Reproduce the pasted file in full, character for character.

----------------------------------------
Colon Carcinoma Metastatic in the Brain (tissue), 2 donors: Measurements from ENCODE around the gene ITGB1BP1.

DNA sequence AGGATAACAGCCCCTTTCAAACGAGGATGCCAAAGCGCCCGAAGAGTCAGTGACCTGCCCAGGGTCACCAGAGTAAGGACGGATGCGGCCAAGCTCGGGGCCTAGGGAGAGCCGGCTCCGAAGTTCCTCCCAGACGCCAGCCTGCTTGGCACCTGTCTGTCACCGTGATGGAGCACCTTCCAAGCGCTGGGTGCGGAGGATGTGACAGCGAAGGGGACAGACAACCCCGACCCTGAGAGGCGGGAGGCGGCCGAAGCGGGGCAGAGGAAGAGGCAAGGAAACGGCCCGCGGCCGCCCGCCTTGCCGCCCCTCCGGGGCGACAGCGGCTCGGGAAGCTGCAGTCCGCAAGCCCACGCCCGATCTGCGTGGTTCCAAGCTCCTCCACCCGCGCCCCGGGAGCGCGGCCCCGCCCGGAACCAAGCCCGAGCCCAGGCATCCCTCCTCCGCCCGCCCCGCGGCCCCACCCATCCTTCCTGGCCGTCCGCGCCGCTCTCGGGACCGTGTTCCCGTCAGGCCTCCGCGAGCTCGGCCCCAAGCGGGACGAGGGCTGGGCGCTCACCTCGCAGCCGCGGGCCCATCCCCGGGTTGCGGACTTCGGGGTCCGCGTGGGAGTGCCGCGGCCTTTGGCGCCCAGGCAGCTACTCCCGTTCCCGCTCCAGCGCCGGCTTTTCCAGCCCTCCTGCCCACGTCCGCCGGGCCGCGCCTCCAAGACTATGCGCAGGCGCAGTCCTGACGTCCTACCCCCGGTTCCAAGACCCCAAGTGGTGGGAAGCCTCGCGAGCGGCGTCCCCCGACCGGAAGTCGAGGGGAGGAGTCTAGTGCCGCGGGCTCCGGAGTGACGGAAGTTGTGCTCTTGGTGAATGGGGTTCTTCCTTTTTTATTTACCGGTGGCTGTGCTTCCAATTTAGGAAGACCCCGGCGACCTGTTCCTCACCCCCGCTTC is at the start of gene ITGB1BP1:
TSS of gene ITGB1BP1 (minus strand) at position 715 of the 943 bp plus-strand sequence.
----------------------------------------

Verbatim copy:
Colon Carcinoma Metastatic in the Brain (tissue), 2 donors: Measurements from ENCODE around the gene ITGB1BP1.

DNA sequence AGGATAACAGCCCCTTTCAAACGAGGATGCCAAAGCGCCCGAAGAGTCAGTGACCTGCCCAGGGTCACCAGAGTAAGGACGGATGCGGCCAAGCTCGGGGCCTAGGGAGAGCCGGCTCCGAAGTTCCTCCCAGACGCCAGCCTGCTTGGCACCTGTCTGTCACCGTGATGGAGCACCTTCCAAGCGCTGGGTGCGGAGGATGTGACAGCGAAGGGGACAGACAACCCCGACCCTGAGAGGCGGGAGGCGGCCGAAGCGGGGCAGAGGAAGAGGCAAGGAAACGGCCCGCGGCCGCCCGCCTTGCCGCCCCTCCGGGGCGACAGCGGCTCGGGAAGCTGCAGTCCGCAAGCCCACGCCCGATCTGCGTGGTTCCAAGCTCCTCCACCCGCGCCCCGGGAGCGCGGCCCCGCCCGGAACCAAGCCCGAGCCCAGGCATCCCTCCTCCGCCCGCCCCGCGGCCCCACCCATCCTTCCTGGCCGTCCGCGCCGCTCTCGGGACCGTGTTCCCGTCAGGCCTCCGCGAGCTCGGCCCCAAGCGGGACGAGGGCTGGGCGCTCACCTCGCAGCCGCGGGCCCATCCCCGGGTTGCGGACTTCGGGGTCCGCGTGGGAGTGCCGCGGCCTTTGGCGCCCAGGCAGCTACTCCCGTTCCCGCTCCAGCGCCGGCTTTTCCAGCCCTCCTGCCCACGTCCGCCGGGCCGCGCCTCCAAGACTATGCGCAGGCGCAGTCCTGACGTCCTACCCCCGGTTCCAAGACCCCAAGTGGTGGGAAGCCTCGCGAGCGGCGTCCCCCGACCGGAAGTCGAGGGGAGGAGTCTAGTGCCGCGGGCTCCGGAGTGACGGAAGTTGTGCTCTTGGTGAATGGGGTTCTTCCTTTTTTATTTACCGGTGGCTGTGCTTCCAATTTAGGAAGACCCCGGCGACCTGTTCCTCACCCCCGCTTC is at the start of gene ITGB1BP1:
TSS of gene ITGB1BP1 (minus strand) at position 715 of the 943 bp plus-strand sequence.